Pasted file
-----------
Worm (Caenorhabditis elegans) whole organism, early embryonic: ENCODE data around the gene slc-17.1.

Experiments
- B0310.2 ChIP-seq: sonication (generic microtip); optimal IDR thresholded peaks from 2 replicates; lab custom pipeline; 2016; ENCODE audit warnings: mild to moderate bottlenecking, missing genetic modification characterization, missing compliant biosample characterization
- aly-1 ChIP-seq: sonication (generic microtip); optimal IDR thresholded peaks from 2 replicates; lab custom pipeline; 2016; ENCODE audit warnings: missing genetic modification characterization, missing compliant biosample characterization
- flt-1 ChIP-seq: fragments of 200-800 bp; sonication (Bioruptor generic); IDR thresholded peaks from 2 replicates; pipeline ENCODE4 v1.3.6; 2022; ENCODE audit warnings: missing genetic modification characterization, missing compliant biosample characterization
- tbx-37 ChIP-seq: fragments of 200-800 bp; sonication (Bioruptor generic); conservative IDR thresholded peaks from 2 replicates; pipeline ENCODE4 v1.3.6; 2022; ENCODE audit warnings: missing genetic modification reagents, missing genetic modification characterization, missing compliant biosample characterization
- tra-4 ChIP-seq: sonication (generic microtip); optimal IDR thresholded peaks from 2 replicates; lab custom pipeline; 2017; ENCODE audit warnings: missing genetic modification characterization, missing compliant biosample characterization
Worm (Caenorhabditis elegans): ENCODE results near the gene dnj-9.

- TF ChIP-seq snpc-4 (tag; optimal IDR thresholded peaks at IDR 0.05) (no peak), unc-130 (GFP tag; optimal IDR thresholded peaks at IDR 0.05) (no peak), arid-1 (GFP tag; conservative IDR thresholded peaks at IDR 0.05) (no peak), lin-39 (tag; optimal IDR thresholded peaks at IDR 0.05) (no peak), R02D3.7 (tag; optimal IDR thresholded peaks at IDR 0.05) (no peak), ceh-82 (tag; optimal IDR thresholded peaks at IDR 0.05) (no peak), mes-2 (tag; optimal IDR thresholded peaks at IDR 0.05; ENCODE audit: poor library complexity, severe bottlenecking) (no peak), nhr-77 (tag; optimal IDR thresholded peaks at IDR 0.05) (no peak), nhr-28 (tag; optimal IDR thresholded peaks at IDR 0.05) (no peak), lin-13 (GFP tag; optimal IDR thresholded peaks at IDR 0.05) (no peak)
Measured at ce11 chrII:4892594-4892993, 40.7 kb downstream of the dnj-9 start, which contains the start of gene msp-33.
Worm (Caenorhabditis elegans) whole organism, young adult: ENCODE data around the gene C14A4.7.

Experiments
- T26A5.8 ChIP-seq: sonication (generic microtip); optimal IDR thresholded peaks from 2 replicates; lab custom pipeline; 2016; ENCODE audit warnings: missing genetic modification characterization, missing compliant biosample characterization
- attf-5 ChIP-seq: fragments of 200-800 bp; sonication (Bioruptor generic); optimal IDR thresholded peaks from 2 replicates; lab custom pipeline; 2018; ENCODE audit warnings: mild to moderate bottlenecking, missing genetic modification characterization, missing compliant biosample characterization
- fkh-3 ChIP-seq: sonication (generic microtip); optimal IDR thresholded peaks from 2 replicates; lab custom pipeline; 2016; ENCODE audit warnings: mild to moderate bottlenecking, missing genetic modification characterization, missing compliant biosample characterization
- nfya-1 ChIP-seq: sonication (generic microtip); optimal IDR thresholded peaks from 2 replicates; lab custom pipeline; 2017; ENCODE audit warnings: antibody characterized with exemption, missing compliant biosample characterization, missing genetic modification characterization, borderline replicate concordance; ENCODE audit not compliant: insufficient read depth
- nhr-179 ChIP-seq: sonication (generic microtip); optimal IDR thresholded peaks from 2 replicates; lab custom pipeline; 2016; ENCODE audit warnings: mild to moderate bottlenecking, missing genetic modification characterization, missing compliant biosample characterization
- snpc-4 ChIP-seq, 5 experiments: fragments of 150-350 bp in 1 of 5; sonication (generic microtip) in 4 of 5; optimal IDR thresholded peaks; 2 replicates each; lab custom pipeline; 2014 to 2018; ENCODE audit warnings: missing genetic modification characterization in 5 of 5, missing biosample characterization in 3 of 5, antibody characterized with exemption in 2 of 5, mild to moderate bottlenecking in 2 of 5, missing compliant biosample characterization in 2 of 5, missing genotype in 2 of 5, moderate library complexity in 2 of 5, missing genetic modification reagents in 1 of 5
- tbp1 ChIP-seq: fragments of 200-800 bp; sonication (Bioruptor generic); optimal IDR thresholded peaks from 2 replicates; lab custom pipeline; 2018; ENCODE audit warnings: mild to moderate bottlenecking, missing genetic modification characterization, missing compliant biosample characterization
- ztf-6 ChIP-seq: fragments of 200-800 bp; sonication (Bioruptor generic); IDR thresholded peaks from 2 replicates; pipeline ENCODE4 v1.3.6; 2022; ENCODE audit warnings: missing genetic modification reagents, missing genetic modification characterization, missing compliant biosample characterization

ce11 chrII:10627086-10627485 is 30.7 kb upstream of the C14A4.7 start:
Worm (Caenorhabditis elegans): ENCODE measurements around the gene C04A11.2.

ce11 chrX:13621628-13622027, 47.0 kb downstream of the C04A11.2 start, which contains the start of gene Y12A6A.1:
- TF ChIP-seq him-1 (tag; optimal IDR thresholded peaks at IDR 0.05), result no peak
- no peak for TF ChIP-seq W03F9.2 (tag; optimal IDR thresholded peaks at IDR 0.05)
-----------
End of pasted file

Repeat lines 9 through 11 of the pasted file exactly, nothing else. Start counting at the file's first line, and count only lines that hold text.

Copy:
- TF ChIP-seq snpc-4 (tag; optimal IDR thresholded peaks at IDR 0.05) (no peak), unc-130 (GFP tag; optimal IDR thresholded peaks at IDR 0.05) (no peak), arid-1 (GFP tag; conservative IDR thresholded peaks at IDR 0.05) (no peak), lin-39 (tag; optimal IDR thresholded peaks at IDR 0.05) (no peak), R02D3.7 (tag; optimal IDR thresholded peaks at IDR 0.05) (no peak), ceh-82 (tag; optimal IDR thresholded peaks at IDR 0.05) (no peak), mes-2 (tag; optimal IDR thresholded peaks at IDR 0.05; ENCODE audit: poor library complexity, severe bottlenecking) (no peak), nhr-77 (tag; optimal IDR thresholded peaks at IDR 0.05) (no peak), nhr-28 (tag; optimal IDR thresholded peaks at IDR 0.05) (no peak), lin-13 (GFP tag; optimal IDR thresholded peaks at IDR 0.05) (no peak)
Measured at ce11 chrII:4892594-4892993, 40.7 kb downstream of the dnj-9 start, which contains the start of gene msp-33.
Worm (Caenorhabditis elegans) whole organism, young adult: ENCODE data around the gene C14A4.7.